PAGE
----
So be it!

The Origin of Man, or, The Ancient Seeds of Sacred Music Found Within the Life Teen Mass?

Forgive me, I couldn’t help the title for this post after viewing the video! What’s worse, is I almost entitled it the ‘Catholic Homecoming Anthem’ in hopes of drawing back all those children of the Church who lost their faith during this bizarre era. God does works in mysterious ways!!! However, being a people of justice, and thankful for the talents each of us receives, I believe there is absolutely no reason why the Monkees should not be included in the Rock and Roll Hall of Fame! (Hey, at least ‘they’ kept the organ!).  You can find out more and help put The Monkees in the Rock and Roll Hall of Fame by signing the petition here. As for me, ‘I’m a believer’ in avoiding Life Teen Masses… enjoy. [Note: some kind person just now sent me a article on the Teen Mass over at the Curt Jester–go figure!]

Solemnity of the Lord’s Epiphany: Sunday, January 6, 2008

Solemnity of the Lord’s Epiphany

Many traditions and genuine manifestations of popular piety have been developed in relation to the Solemnity of the Lord’s Epiphany, which is of ancient origin and rich in spiritual content. Among such forms of popular piety, mention may be made of :

  • the solemn proclamation of Easter and the principal dominical feasts; its revival in many places would be opportune since it served to make the connection between the Epiphany and Easter, and orientate all feasts towards the greatest Christian solemnity;

  • the exchange of “Epiphany gifts”, which derives from the gifts offered to Jesus by the three kings (cf. Mt 2,11) and more radically from the gift made to mankind by God in the birth of Emmanuel amongst us (cf. Is 7, 14; 9, 16; Mt 1, 23). It is important, however, to ensure that the exchange of gifts on the solemnity of the Epiphany retain a Christian character, indicating that its meaning is evangelical: hence the gifts offered should be a genuine expression of popular piety and free from extravagance, luxury, and waste, all of which are extraneous to the Christian origins of this practice;

  • the blessing of homes, on whose lentils are inscribed the Cross of salvation, together with the indication of the year and the initials of the three wise men (C+M+B), which can also be interpreted to mean Christus mansionem benedicat, written in blessed chalk; this custom, often accompanied by processions of children accompanied by their parents, expresses the blessing of Christ through the intercession of the three wise men and is an occasion for gathering offerings for charitable and missionary purposes;

  • initiatives in solidarity with those who come from afar; whether Christian or not, popular piety has encouraged a sense of solidarity and openness;

  • assistance to the work of evangelisation; the strong missionary character of the Epiphany has been well understood by popular piety and many initiatives in support of the missions flourish on 6 January, especially the “Missionary work of the Holy Child”, promoted by the Apostolic See;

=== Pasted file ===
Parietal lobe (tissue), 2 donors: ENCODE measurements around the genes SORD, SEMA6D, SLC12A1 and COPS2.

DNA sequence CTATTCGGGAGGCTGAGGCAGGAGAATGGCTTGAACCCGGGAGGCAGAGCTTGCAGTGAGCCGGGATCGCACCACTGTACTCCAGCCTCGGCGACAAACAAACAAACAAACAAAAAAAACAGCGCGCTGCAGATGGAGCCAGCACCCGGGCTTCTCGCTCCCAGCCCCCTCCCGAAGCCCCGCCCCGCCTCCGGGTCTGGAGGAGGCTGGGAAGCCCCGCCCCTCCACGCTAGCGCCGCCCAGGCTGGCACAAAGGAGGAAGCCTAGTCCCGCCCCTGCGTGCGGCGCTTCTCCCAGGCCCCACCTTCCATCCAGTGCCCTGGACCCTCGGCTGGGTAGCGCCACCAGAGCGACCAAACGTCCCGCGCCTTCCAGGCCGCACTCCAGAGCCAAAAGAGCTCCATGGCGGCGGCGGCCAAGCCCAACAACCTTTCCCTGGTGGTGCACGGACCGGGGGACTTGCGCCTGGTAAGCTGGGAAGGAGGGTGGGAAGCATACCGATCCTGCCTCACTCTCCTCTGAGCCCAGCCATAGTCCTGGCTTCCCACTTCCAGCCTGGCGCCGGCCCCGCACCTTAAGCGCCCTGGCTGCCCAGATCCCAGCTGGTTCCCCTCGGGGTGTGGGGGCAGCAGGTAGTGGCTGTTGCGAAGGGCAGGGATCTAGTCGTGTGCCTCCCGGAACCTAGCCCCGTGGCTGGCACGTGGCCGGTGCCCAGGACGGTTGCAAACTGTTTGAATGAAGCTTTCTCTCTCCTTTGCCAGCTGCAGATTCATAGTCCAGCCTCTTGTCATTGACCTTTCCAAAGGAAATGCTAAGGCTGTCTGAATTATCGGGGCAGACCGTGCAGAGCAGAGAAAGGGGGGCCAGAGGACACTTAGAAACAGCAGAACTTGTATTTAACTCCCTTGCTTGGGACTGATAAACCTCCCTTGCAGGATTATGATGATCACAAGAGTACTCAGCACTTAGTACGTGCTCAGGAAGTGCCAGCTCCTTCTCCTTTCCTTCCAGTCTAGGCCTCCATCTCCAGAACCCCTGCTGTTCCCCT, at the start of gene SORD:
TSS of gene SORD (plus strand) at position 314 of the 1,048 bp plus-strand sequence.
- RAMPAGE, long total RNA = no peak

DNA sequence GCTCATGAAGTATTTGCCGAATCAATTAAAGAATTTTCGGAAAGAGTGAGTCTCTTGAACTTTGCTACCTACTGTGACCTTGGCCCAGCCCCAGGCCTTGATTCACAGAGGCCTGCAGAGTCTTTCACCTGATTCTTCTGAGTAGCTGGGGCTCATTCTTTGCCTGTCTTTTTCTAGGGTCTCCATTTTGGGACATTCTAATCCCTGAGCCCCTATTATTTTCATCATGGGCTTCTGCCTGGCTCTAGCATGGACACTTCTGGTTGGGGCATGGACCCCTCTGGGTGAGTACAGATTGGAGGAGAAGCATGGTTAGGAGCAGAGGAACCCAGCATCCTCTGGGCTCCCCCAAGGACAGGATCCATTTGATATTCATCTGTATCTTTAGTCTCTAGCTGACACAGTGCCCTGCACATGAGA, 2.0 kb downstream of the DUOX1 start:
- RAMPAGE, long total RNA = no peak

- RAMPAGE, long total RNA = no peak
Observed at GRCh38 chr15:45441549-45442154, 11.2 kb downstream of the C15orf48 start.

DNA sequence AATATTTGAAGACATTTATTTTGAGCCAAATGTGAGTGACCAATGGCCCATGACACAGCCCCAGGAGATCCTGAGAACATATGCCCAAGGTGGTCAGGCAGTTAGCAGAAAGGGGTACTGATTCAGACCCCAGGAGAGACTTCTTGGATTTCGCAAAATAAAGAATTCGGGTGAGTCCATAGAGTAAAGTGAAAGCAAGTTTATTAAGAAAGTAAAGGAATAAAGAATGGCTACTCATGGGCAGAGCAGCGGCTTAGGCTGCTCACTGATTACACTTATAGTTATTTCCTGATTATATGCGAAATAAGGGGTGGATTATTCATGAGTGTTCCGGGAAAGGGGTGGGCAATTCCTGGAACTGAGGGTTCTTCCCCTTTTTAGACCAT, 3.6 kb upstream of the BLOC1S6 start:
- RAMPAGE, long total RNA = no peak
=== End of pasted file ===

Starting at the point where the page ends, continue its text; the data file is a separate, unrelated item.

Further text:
• the assignation of Patrons; in many religious communities and confraternities, patron saints are assigned to the members for the coming year.

Readings of the Holy Mass, Sunday, January 6, 2008 

Reading 1

Is 60:1-6

Rise up in splendor, Jerusalem! Your light has come,the glory of the Lord shines upon you.See, darkness covers the earth,and thick clouds cover the peoples;but upon you the LORD shines,and over you appears his glory.Nations shall walk by your light,and kings by your shining radiance.Raise your eyes and look about;they all gather and come to you:your sons come from afar,and your daughters in the arms of their nurses.Then you shall be radiant at what you see,your heart shall throb and overflow,for the riches of the sea shall be emptied out before you,the wealth of nations shall be brought to you.Caravans of camels shall fill you,dromedaries from Midian and Ephah;all from Sheba shall comebearing gold and frankincense,and proclaiming the praises of the LORD.

Responsorial PsalmPs 72:1-2, 7-8, 10-11, 12-13

R (cf. 11) Lord, every nation on earth will adore you.O God, with your judgment endow the king,and with your justice, the king’s son;He shall govern your people with justiceand your afflicted ones with judgment.

R Lord, every nation on earth will adore you.Justice shall flower in his days,and profound peace, till the moon be no more.May he rule from sea to sea,and from the River to the ends of the earth.

R Lord, every nation on earth will adore you.The kings of Tarshish and the Isles shall offer gifts;the kings of Arabia and Seba shall bring tribute.All kings shall pay him homage,all nations shall serve him.

R Lord, every nation on earth will adore you.For he shall rescue the poor when he cries out,and the afflicted when he has no one to help him.He shall have pity for the lowly and the poor;the lives of the poor he shall save.

R Lord, every nation on earth will adore you. 

Reading II

Eph 3:2-3a, 5-6

Brothers and sisters:You have heard of the stewardship of God’s gracethat was given to me for your benefit,namely, that the mystery was made known to me by revelation.It was not made known to people in other generationsas it has now been revealed to his holy apostles and prophets by the Spirit:that the Gentiles are coheirs, members of the same body,and copartners in the promise in Christ Jesus through the gospel. 

Gospel

Mt 2:1-12

When Jesus was born in Bethlehem of Judea,in the days of King Herod,behold, magi from the east arrived in Jerusalem, saying,“Where is the newborn king of the Jews?We saw his star at its risingand have come to do him homage.”When King Herod heard this,he was greatly troubled,and all Jerusalem with him.Assembling all the chief priests and the scribes of the people,He inquired of them where the Christ was to be born.They said to him, “In Bethlehem of Judea,for thus it has been written through the prophet:And you, Bethlehem, land of Judah,are by no means least among the rulers of Judah;since from you shall come a ruler,who is to shepherd my people Israel.”Then Herod called the magi secretlyand ascertained from them the time of the star’s appearance.He sent them to Bethlehem and said,“Go and search diligently for the child.When you have found him, bring me word,that I too may go and do him homage.”After their audience with the king they set out.And behold, the star that they had seen at its rising preceded them,until it came and stopped over the place where the child was.They were overjoyed at seeing the star,and on entering the housethey saw the child with Mary his mother.They prostrated themselves and did him homage.Then they opened their treasuresand offered him gifts of gold, frankincense, and myrrh.And having been warned in a dream not to return to Herod,they departed for their country by another way. 

Taken from Popular piety and divine worship